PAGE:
Pataki Says He Knew No Details of Law Confining Sex Offenders
New York Law Journal July 24, 2013
George Pataki denied on Tuesday that as governor he directed top administration officials to begin the civil commitment of violent sexual predators on the brink of release from prison without notice or a hearing.
Testifying in a trial where six convicted, and then committed, sex offenders claimed Pataki and officials with the Office of Mental Health and Department of Correctional Services conspired to deprive them of their constitutional rights, Pataki said he was not involved in the specifics of the Sexually Violent Predator initiative (SVP) launched in September 2005.
"I didn't know what law was being used or what particular part of the law was being used," Pataki told a jury in the courtroom of Southern District Judge Jed Rakoff (See Profile). "I directed my team to work with OMH and work with corrections to put in place the program" but, he said, he did not direct them to any particular statute.
"I personally never had any contact with DOCS or OMH, so no, I didn't direct them directly," he said.
Pataki insisted that he only asked those who worked for him to take a look at the law and see "if we have the existing authority" in their opinion to begin the civil commitment of sex offenders who remain a threat to the public.
"Once they came back and said yes…we are in agreement and we can move forward with the program under the existing authority, I said 'So, go ahead,'" he testified.
The three-term governor's testimony came during the second week of trial in Bailey v. Pataki, 08 Civ. 8563, where Kenneth Bailey and five other plaintiffs allege the governor and other top officials kept them locked up in an act of political grandstanding.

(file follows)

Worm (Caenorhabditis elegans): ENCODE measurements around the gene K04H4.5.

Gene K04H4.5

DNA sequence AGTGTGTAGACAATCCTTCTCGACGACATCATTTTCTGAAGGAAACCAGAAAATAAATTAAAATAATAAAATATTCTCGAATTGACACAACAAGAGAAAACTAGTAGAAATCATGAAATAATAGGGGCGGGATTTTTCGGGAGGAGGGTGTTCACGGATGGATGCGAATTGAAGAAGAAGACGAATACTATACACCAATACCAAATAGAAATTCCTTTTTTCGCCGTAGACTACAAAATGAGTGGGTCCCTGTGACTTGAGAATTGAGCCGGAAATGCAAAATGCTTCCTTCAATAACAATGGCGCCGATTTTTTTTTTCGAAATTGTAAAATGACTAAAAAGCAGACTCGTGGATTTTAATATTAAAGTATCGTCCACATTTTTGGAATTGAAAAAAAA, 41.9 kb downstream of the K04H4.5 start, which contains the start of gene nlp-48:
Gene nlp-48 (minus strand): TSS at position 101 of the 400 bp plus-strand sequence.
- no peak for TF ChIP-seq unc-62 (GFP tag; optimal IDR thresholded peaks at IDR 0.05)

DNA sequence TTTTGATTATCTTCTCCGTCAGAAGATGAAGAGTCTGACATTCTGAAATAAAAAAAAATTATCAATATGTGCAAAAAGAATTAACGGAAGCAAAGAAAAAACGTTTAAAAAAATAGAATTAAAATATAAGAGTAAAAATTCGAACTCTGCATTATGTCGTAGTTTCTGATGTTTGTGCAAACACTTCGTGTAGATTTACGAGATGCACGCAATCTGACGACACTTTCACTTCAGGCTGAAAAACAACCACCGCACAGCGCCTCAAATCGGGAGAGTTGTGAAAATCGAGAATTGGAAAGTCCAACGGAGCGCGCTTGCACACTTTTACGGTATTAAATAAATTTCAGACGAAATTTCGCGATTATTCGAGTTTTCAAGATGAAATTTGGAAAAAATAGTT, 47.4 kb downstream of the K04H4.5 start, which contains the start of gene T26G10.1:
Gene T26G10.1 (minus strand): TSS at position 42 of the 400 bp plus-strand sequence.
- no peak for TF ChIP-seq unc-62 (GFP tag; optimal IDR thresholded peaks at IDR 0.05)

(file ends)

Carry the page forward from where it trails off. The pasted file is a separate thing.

The SVP initiative was launched pursuant to New York Mental Hygiene Law 9.27 in 2005 by a governor frustrated that, year after year, the state Senate would overwhelmingly pass a civil commitment bill that Assembly leaders would not even bring to the floor for a vote.
Within a year, 787 inmates on the verge of completing their prison terms had been evaluated by three state psychiatrists and 112 had been committed. They were sent straight to Manhattan Psychiatric Center without a hearing.
But in 2006, the New York Court of Appeals said in State ex rel. Harkavy v. Consilvio, 7 N.Y. 3d 607, that post-release commitment could only occur through Correction Law 402, and only through a judicial determination made after notice, hearing and examination by court appointed psychiatrists.
Once the plaintiffs filed suit, the defendants had claimed qualified immunity, but Rakoff rejected that claim in 2010, saying that Pataki, the former DOCS and OMH commissioners, and others "rather blatantly violated plaintiffs' constitutional rights" (NYLJ, July 8, 2010).
Rakoff told the jury at the outset that there is no question the practice of commitment without a hearing is unconstitutional. So the central issue on the claims, and a possible award of punitive damages, is the degree of personal involvement by the Pataki defendants, and whether the "violation of a plaintiff's rights was done intentionally, recklessly, wantonly, maliciously or the like, or was done, by contrast, in good faith."
Like the other officials, Pataki was initially represented by New York State Attorney General's Office. But when the judge ruled pretrial that the governor had waived the defense of relying on advice of counsel in green-lighting the SVP, Pataki switched gears, shed the A.G.'s office and retained fellow Chadbourne & Parke partner Abbe Lowell as counsel.
After the counsel substitution on July 3, Lowell renewed the attempt to invoke advice-of-counsel but Rakoff held again on the eve of trial that the defense had been irretrievably waived.
However, the issue reemerged on Tuesday when Pataki was being questioned by plaintiffs' attorney Ameer Benno.
Benno was putting before the jury quotes attributed to the governor issued by his press office during the first year or so of the initiative. One said, "In September, 2005, I directed" OMH and DOCS "to ensure that every sexually violent predator in state custody" be evaluated to determine if they should be civilly committed.
"That's in the first person, is it, sir?" asked Benno.
"Yes," Pataki said.